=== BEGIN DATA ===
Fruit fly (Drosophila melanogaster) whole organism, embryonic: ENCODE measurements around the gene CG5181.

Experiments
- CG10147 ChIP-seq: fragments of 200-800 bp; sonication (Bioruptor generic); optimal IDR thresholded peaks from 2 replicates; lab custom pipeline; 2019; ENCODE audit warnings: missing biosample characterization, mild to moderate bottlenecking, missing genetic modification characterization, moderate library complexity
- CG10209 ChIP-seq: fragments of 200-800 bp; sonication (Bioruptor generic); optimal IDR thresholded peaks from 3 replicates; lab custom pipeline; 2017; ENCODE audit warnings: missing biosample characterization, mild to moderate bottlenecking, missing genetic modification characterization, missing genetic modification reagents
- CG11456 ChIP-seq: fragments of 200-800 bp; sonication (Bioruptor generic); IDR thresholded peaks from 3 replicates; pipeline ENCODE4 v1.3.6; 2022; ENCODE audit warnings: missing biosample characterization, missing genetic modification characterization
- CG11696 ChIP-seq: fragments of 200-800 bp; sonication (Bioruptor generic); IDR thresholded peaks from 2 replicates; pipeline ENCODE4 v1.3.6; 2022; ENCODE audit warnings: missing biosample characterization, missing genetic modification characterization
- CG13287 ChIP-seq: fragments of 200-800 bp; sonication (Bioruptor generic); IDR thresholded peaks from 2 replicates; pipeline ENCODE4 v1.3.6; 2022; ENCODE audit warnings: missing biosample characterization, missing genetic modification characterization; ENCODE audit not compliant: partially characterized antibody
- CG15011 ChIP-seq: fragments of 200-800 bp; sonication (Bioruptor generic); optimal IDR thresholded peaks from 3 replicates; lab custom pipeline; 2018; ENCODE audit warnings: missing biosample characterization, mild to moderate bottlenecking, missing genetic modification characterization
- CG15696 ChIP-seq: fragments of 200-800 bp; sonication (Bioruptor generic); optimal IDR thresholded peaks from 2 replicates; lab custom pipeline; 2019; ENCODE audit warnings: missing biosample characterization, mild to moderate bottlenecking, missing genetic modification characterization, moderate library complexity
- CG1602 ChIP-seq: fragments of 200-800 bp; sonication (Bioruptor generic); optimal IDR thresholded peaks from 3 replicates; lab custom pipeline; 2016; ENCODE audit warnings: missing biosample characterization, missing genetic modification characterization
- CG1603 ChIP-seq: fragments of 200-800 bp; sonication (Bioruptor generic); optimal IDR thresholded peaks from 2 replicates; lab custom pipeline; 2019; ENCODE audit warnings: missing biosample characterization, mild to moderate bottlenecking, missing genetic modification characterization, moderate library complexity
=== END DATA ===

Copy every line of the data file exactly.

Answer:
Fruit fly (Drosophila melanogaster) whole organism, embryonic: ENCODE measurements around the gene CG5181.

Experiments
- CG10147 ChIP-seq: fragments of 200-800 bp; sonication (Bioruptor generic); optimal IDR thresholded peaks from 2 replicates; lab custom pipeline; 2019; ENCODE audit warnings: missing biosample characterization, mild to moderate bottlenecking, missing genetic modification characterization, moderate library complexity
- CG10209 ChIP-seq: fragments of 200-800 bp; sonication (Bioruptor generic); optimal IDR thresholded peaks from 3 replicates; lab custom pipeline; 2017; ENCODE audit warnings: missing biosample characterization, mild to moderate bottlenecking, missing genetic modification characterization, missing genetic modification reagents
- CG11456 ChIP-seq: fragments of 200-800 bp; sonication (Bioruptor generic); IDR thresholded peaks from 3 replicates; pipeline ENCODE4 v1.3.6; 2022; ENCODE audit warnings: missing biosample characterization, missing genetic modification characterization
- CG11696 ChIP-seq: fragments of 200-800 bp; sonication (Bioruptor generic); IDR thresholded peaks from 2 replicates; pipeline ENCODE4 v1.3.6; 2022; ENCODE audit warnings: missing biosample characterization, missing genetic modification characterization
- CG13287 ChIP-seq: fragments of 200-800 bp; sonication (Bioruptor generic); IDR thresholded peaks from 2 replicates; pipeline ENCODE4 v1.3.6; 2022; ENCODE audit warnings: missing biosample characterization, missing genetic modification characterization; ENCODE audit not compliant: partially characterized antibody
- CG15011 ChIP-seq: fragments of 200-800 bp; sonication (Bioruptor generic); optimal IDR thresholded peaks from 3 replicates; lab custom pipeline; 2018; ENCODE audit warnings: missing biosample characterization, mild to moderate bottlenecking, missing genetic modification characterization
- CG15696 ChIP-seq: fragments of 200-800 bp; sonication (Bioruptor generic); optimal IDR thresholded peaks from 2 replicates; lab custom pipeline; 2019; ENCODE audit warnings: missing biosample characterization, mild to moderate bottlenecking, missing genetic modification characterization, moderate library complexity
- CG1602 ChIP-seq: fragments of 200-800 bp; sonication (Bioruptor generic); optimal IDR thresholded peaks from 3 replicates; lab custom pipeline; 2016; ENCODE audit warnings: missing biosample characterization, missing genetic modification characterization
- CG1603 ChIP-seq: fragments of 200-800 bp; sonication (Bioruptor generic); optimal IDR thresholded peaks from 2 replicates; lab custom pipeline; 2019; ENCODE audit warnings: missing biosample characterization, mild to moderate bottlenecking, missing genetic modification characterization, moderate library complexity